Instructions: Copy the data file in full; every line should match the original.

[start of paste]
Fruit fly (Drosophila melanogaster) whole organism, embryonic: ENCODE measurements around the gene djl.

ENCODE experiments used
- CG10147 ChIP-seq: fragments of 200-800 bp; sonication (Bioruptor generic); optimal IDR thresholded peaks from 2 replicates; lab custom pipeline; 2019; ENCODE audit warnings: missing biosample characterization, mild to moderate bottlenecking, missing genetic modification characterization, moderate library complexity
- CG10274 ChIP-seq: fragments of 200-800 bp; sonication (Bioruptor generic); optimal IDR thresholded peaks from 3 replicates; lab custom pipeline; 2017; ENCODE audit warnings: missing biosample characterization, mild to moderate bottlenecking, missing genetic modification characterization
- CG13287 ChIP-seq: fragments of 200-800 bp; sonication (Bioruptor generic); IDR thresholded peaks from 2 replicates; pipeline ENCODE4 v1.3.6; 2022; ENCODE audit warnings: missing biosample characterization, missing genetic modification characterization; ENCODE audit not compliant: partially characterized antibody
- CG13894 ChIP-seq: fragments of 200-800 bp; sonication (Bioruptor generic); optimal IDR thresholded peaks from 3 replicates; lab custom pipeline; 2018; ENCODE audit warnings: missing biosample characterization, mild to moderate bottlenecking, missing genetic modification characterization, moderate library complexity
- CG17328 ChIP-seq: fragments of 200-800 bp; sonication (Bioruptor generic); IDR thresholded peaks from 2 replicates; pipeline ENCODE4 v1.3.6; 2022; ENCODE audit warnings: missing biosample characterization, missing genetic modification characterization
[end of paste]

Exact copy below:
Fruit fly (Drosophila melanogaster) whole organism, embryonic: ENCODE measurements around the gene djl.

ENCODE experiments used
- CG10147 ChIP-seq: fragments of 200-800 bp; sonication (Bioruptor generic); optimal IDR thresholded peaks from 2 replicates; lab custom pipeline; 2019; ENCODE audit warnings: missing biosample characterization, mild to moderate bottlenecking, missing genetic modification characterization, moderate library complexity
- CG10274 ChIP-seq: fragments of 200-800 bp; sonication (Bioruptor generic); optimal IDR thresholded peaks from 3 replicates; lab custom pipeline; 2017; ENCODE audit warnings: missing biosample characterization, mild to moderate bottlenecking, missing genetic modification characterization
- CG13287 ChIP-seq: fragments of 200-800 bp; sonication (Bioruptor generic); IDR thresholded peaks from 2 replicates; pipeline ENCODE4 v1.3.6; 2022; ENCODE audit warnings: missing biosample characterization, missing genetic modification characterization; ENCODE audit not compliant: partially characterized antibody
- CG13894 ChIP-seq: fragments of 200-800 bp; sonication (Bioruptor generic); optimal IDR thresholded peaks from 3 replicates; lab custom pipeline; 2018; ENCODE audit warnings: missing biosample characterization, mild to moderate bottlenecking, missing genetic modification characterization, moderate library complexity
- CG17328 ChIP-seq: fragments of 200-800 bp; sonication (Bioruptor generic); IDR thresholded peaks from 2 replicates; pipeline ENCODE4 v1.3.6; 2022; ENCODE audit warnings: missing biosample characterization, missing genetic modification characterization